Cox has been around long enough to understand that not all idiosyncrasies of baseball performance can be explained. Why a player can succeed for years and then need a Triple-A tune-up. Or why a team can dominate on the road one year than be dominated the next. In 2009 the Braves were better on the road (46-35) than they were at home (40-41). In 2010 they have the majors' best home record at 56-25 and the worst road record among playoff entrants (35-46).

Asked to explain this year's home success, Cox said, "I guess we get last at bat at home." So, then, why all the road victories the previous year? "I can't explain that either," he said.

That's not to suggest Cox is a simpleton -- in Wednesday's press conference, he noted Heyward's on-base percentage and his players say he's routinely preparing for matchups three innings in advance -- but that, from his extensive experience, not everything can be neatly explained. It is therefore not surprising that Cox doesn't believe in stunts like changing the hotel where the club stays in a certain city or making a change for the sake of reversing momentum.

"You stay in your routine," he said. "I hate when I get deviated from it in any little way -- it irritates the [crap] out of me."

Over the course of a 162-game season, with all its peaks and valleys, the players appreciate his even keel.

"I would describe him as steady," outfielder Matt Diaz said. "There's never a sense of panic around Bobby. This is, what, my fifth year here and I never once felt like he was making a move just to make a move. He always keeps the same routine."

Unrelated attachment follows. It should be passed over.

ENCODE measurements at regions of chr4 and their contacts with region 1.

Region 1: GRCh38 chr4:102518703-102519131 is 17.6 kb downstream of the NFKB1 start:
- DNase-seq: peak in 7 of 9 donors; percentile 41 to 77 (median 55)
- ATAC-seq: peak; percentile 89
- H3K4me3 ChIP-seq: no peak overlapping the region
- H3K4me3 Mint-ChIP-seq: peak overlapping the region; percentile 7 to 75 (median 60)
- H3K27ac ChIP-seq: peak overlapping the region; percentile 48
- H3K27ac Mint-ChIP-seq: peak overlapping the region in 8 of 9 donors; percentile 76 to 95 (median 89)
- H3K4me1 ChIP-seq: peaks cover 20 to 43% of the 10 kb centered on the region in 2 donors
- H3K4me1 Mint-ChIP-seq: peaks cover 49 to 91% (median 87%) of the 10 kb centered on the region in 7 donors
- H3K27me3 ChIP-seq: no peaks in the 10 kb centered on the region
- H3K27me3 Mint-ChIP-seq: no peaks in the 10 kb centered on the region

When Delta surprised Cox before his final road trip by painting his No. 6 on the side of a plane and holding a ceremony in his honor, he tried hard not to let the hubbub interfere with what was his best for his players.

"[Delta] asked him to talk," Diaz said, "and I think he spoke really fast just so he could get his team on the plane."

There are no certainties in life or in baseball. Just as some have wondered aloud whether Cox will truly retire. Blue Jays skipper Cito Gaston, who is also set to retire, formerly coached under Cox in Toronto, and in August Gaston said of he, Cox and longtime manager, Lou Piniella of the Cubs, "Lou and I might be the only two to go," Gaston said. "I'm not sure about Bobby. Lou and I love the game, but I bet Bobby's at his park more than we are."

That's the routine Cox has been in for four decades. His days are long and so are his years. But with the Braves yet again in the postseason, for now Cox can stick to his routine, at least for another week -- lacing up the cleats and preparing for another game.